May 3, 2015
A couple months ago, my wife and I had dinner with Shlomo Levin and his wife, Noa. It was Shabbat, and we all shared a kosher meal at their house. Shlomo and Noa recited (or sang) the traditional Hebrew prayers before and after dinner. The Levin children were there too, along with a couple other guests. Karin and I were the only non-Jews at the table, but we got along well. We talked mostly about work and our families. We talked about the things that are common to all people.
At one point during the meal, my wife, Karin, made a joke about Catholics, which we are. It was humorous to us, but the remark only elicited bemused looks from everyone else at the table. There was some polite laughter, and then a change of topic. After that, I noticed several instances where there were disconnects in our conversations. Our hosts were sometimes talking about Jewish subjects that were alien to Karin or myself, and sometimes Karin and I mentioned things about our church that clearly did not resonate with anybody else. It struck me that, although we were all friends, we were still worlds apart.
I have had discussions with my friend, Mohamed, that have been similar in some ways. Mohamed is a devout Muslim and he lives his tradition. We have things in common, and we value our relationship, but sometimes it feels like we come from different planets. Both Mohamed and I have certain unspoken assumptions about life that probably should be spoken, because these underlying views make it difficult for us to connect at times. I know that for my part, I occasionally think, “What is this about?”, when we have coffee and conversation. I suspect Mohamed has similar thoughts.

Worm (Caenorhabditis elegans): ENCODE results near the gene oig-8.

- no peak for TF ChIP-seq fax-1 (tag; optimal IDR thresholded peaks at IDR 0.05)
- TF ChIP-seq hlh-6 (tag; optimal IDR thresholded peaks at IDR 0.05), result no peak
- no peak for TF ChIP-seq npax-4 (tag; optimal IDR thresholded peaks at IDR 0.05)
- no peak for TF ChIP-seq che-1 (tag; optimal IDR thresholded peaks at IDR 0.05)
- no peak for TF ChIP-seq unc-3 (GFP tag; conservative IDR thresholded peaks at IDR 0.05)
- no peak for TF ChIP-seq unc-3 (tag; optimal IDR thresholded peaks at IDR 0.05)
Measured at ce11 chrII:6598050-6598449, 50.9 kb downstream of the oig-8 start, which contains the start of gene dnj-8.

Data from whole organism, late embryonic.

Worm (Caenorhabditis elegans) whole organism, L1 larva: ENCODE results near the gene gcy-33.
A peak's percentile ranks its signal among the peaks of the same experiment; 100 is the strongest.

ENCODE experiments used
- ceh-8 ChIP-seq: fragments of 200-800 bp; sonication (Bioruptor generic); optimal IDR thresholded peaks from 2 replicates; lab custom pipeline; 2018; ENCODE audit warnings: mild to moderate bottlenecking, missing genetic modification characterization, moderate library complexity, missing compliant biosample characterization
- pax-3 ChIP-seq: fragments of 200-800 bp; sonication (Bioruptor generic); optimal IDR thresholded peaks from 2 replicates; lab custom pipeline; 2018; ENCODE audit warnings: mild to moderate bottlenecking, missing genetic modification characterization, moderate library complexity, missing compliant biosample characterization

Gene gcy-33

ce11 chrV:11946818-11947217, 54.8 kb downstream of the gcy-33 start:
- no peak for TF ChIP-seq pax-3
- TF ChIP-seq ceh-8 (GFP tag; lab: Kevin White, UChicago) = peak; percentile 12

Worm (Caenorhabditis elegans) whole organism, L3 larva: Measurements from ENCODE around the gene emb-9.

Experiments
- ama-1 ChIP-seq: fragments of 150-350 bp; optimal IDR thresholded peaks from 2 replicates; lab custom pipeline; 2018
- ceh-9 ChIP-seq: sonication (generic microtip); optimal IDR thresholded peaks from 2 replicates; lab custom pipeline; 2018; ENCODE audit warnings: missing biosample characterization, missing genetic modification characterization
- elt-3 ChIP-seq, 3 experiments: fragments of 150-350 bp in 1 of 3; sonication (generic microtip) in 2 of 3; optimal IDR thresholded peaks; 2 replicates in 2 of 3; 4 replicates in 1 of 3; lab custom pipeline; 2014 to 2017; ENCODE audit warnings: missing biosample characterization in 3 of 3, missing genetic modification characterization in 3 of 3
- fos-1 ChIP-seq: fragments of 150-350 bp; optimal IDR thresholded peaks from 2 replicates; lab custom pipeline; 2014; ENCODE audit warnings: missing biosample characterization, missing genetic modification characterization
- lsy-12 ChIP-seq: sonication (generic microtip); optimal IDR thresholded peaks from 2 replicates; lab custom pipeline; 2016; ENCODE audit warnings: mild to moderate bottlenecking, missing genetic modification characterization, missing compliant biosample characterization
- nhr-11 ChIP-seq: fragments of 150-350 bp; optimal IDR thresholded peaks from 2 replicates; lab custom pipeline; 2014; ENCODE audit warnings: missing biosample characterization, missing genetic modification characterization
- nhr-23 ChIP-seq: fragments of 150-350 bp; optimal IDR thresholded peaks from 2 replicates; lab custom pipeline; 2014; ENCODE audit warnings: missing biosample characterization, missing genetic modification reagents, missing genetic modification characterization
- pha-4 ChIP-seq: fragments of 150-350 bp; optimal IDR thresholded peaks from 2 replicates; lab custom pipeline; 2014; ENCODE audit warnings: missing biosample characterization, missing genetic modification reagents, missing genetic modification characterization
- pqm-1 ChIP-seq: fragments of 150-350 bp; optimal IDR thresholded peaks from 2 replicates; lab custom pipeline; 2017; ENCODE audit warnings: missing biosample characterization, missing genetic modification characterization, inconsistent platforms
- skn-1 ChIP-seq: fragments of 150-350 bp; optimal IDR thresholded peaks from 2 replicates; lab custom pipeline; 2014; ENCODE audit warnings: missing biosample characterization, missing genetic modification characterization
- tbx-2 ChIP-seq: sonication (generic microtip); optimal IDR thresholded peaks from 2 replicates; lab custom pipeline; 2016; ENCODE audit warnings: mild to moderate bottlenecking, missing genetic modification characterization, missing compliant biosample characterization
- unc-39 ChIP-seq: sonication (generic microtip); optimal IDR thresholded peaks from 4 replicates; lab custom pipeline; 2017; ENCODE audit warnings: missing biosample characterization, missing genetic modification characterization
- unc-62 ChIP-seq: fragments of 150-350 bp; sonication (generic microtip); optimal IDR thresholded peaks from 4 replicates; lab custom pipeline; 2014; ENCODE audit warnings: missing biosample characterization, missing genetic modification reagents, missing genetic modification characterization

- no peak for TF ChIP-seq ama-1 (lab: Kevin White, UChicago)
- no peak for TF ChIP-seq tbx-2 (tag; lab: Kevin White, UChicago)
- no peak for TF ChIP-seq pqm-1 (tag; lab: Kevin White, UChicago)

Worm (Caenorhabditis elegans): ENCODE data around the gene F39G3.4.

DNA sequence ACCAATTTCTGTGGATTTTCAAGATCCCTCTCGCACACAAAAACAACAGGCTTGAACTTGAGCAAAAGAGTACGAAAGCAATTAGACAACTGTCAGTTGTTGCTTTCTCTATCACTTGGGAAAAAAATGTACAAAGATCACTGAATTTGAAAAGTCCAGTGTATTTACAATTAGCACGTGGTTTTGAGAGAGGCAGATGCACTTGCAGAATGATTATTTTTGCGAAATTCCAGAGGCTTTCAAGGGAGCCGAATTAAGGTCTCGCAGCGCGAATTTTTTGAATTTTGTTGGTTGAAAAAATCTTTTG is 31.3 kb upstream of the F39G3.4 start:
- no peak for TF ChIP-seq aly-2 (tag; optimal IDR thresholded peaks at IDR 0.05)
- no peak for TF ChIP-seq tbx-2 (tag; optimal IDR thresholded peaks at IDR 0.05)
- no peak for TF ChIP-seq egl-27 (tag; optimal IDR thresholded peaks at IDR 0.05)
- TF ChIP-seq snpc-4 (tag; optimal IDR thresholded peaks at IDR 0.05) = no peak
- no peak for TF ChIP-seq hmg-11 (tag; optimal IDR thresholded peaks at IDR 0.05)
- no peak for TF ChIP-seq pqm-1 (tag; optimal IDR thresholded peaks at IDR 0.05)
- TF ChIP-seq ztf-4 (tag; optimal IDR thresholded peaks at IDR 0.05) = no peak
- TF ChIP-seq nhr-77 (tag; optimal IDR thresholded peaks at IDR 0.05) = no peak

Once in a while, I go to the Sikh temple to pray. It’s a quiet place, and the people there know me by sight. There is one older priest, Gur Tan Singh, who has dark eyes and a beard of biblical proportions. I have seen him dozens of times, but we haven’t ever had a conversation that has lasted longer than a minute. He always makes sure that I get a serving of prashad, a kind of Sikh cookie dough that is in a bowl next to the altar. We are friends who know nothing of each other’s lives.
I have interacted with people from different faith traditions for many years now. Later this morning, I will go to Zen practice, and then to the synagogue. I have learned many things over time. I have learned that I am not these other people, and I never will be. I skirt the edges of their lives, and they touch mine. We are friends, and we care for each other, but we live in different realities. We see things differently, and that is often for the good. Our respective traditions make us who we are. We learn from each other, but we do not become the same.
We are close, but yet so far.